What Is Patent Ductus Arteriosus ?
Patent ductus arteriosus (PDA) is a Congenital defect in which the temporary blood vessel connecting the left pulmonary artery to the aorta in the fetal heart fails to close after birth. In the fetal heart, blood bypasses the lungs and gets oxygen from the placenta. But when the newborn's lungs take over at birth, the body stops producing the chemicals that keep the ductus arteriosus open, and it closes naturally.
If the ductus arteriosus fails to close completely, the baby has PDA. While this problem is rare, it is sometimes associated with mothers who have had German measles (rubella) during pregnancy and with infants born before their due date (prematurely). The result of this defect is that too much blood travels to the lungs. The severity of the problem depends on how large the opening is and how prematurely the baby was born.
PAD is similar to coronary artery disease, which affects arteries that supply blood to the heart (coronary arteries), and carotid artery disease, which affects arteries that supply blood to the brain (carotid arteries). The term "peripheral" means "occurring away from the center." Peripheral artery disease often causes pain, difficulty walking, and sores on the skin that do not heal normally.
Signs and Symptoms :
Signs of peripheral artery disease include absent or weak pulse, decreased blood pressure, and arterial bruits (sounds heard using a stethoscope) in the affected limb. In many cases, the condition is asymptomatic (i.e., does not cause symptoms). Signs and symptoms of PAD usually affect only one limb or are more severe in one leg than the other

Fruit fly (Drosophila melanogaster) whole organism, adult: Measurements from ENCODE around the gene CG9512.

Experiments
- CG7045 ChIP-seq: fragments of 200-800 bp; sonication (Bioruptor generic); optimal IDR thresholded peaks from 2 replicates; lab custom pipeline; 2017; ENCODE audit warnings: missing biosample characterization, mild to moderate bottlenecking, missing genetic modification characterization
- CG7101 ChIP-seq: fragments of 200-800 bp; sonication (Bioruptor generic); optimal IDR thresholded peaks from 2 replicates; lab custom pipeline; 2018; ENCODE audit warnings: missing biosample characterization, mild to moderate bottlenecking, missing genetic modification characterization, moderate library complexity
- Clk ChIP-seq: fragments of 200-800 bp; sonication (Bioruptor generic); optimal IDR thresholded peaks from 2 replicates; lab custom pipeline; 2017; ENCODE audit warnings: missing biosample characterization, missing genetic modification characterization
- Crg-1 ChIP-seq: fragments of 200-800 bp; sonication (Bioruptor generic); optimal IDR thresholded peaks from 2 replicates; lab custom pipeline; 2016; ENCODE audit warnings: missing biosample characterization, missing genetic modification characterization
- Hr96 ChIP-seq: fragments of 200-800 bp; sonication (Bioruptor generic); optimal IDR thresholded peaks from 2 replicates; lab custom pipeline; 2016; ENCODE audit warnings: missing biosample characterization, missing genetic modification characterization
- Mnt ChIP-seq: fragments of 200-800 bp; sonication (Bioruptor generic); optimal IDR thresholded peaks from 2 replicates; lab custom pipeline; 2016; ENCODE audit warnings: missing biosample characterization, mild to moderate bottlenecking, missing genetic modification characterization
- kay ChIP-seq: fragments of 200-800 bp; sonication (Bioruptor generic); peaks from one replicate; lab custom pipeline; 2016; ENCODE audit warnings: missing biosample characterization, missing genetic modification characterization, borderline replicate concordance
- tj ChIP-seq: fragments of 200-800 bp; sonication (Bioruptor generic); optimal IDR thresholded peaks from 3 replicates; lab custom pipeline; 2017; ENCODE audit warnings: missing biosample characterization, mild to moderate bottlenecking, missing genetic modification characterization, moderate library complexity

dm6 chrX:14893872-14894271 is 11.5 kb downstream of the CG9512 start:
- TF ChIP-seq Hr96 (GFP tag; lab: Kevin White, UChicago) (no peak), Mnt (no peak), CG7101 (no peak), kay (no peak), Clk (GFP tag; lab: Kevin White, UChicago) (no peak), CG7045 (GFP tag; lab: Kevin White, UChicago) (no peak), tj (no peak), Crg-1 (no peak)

Common symptoms of PAD include muscle pain, difficulty walking, and sores (ulcers) that do not heal normally. Other symptoms include numbness, tingling, and muscle cramps that often occur at rest, variations in skin temperature and color (e.g., feeling cold, pale or bluish coloring [called cyanosis]), and hair loss or poor nail growth in the affected limb. These symptoms result from inadequate blood flow (circulation).
Pain caused by PAD usually worsens with activity (e.g., walking) and improves with rest. It occurs when muscles do not receive an adequate supply of blood. This pain is called intermittent claudication. "Intermittent" means coming and going or ceasing from time to time, and the term "claudication" comes from a Latin word that means "to limp." Intermittent claudication often leads to limping or other changes in walking manner (gait). In severe cases, peripheral artery disease causes pain that continues even during periods of inactivity.
The goals of PAD treatment are to reduce symptoms and prevent the condition from worsening or progressing. Treatment usually includes lifestyle changes, regular exercise, and medications.In severe cases that do not respond to conservative PAD treatment, surgery may be necessary